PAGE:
Why I read it: I’ve read and enjoyed all of the Troubleshooters books and I’m a fan of Jules and Robin so I downloaded this one as soon as it was available.
What it’s about: (the blurb from Goodreads) After years of playing the tormented actor, Joe Laughlin, on the hit television show Shadowland, Hollywood star Robin Chadwick Cassidy is ready for a change. Joe’s character embodies the real demons of Robin’s past—his struggle with his sexuality, his battle with alcoholism—and portraying the part has taken a heavy toll on his personal life. Robin’s husband, FBI agent Jules Cassidy, has noticed the strain and will do whatever he can to make Robin happy. And what Robin has in mind will forever transform his career, his marriage, and his family.
What worked for me (and what didn’t): It doesn’t take a rocket scientist to work out what the beginning and end the title speaks of is – the end of the series and an addition to the family. I really don’t think that’s a massive spoiler. And, it’s not that you actually see much of the latter in any event. If the story had been more about the “beginning” and less about the “end” I think I would have enjoyed this one a lot more. I didn’t have massive hopes. I was never expecting an A read – the story is only 38 pages long after all. I expected a vignette maybe – a Jules and Robin slice of life. What I got however, was a lot of stuff about Shadowland – a fictional TV show set in a fictional world.
I was fairly confused by the way the Shadowland portions of the story were conveyed. Here is the opening of the story:
Shadowland, Episode 60,
“Eighth of Nine Lives”
Starring Robin Chadwick Cassidy as Joe Laughlin Los Angeles,
Richie West ambushed me. The meeting is supposed to be about my contract for the next Pierce Cane movie, but I realize within seconds of walking into his office that this is about my past few weekends and the current rash of rumors.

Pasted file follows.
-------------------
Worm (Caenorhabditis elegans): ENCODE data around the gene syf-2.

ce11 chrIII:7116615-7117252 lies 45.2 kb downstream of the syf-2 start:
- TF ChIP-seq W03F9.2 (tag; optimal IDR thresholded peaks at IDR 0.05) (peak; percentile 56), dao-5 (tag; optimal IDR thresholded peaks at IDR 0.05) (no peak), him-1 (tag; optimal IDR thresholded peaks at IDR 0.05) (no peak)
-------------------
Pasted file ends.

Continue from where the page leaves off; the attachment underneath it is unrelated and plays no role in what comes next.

Academy Award nominee Joe Laughlin! Thank you for coming in!…
Brockmann, Suzanne (2012-06-01). Beginnings and Ends (Short Story) (Kindle Locations 37-41). Random House, Inc.. Kindle Edition.
At first, I thought these bits were part of the script. But that couldn’t be right. Then I thought “how does the viewer know what is going on in Joe Laughlin’s head?” Then I thought, maybe it’s a voiceover. That made sense. But the bits in italics didn’t seem to fit as voiceovers either. Who says this? Even in their heads?
I’m so fucking stupid. I can’t believe I actually thought Richie West was going to guide my coming out, like a Sherpa leading me to a higher plain where honesty and truth prevailed. I can’t believe that I didn’t know— instantly— that if I did come out, he would drop me like a stone. He’d be certain that I would never again open a picture in this town.
Brockmann, Suzanne (2012-06-01). Beginnings and Ends (Short Story) (Kindle Locations 96-99). Random House, Inc.. Kindle Edition.
It didn’t help that these bits changed tense from past to present.